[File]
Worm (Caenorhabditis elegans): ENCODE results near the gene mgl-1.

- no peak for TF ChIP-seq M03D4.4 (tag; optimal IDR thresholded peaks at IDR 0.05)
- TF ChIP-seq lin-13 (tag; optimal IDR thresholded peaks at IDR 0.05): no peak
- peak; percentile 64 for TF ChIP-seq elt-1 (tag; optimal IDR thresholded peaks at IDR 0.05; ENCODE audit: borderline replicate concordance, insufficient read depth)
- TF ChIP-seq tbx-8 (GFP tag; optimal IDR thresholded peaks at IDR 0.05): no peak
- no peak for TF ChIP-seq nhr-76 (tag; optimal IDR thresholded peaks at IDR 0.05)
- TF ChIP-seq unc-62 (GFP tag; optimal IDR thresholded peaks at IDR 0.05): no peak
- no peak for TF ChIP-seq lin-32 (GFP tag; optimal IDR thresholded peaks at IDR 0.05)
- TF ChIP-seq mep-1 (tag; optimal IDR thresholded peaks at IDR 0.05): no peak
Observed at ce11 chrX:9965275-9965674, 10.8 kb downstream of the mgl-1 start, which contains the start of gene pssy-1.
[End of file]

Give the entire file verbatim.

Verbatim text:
Worm (Caenorhabditis elegans): ENCODE results near the gene mgl-1.

- no peak for TF ChIP-seq M03D4.4 (tag; optimal IDR thresholded peaks at IDR 0.05)
- TF ChIP-seq lin-13 (tag; optimal IDR thresholded peaks at IDR 0.05): no peak
- peak; percentile 64 for TF ChIP-seq elt-1 (tag; optimal IDR thresholded peaks at IDR 0.05; ENCODE audit: borderline replicate concordance, insufficient read depth)
- TF ChIP-seq tbx-8 (GFP tag; optimal IDR thresholded peaks at IDR 0.05): no peak
- no peak for TF ChIP-seq nhr-76 (tag; optimal IDR thresholded peaks at IDR 0.05)
- TF ChIP-seq unc-62 (GFP tag; optimal IDR thresholded peaks at IDR 0.05): no peak
- no peak for TF ChIP-seq lin-32 (GFP tag; optimal IDR thresholded peaks at IDR 0.05)
- TF ChIP-seq mep-1 (tag; optimal IDR thresholded peaks at IDR 0.05): no peak
Observed at ce11 chrX:9965275-9965674, 10.8 kb downstream of the mgl-1 start, which contains the start of gene pssy-1.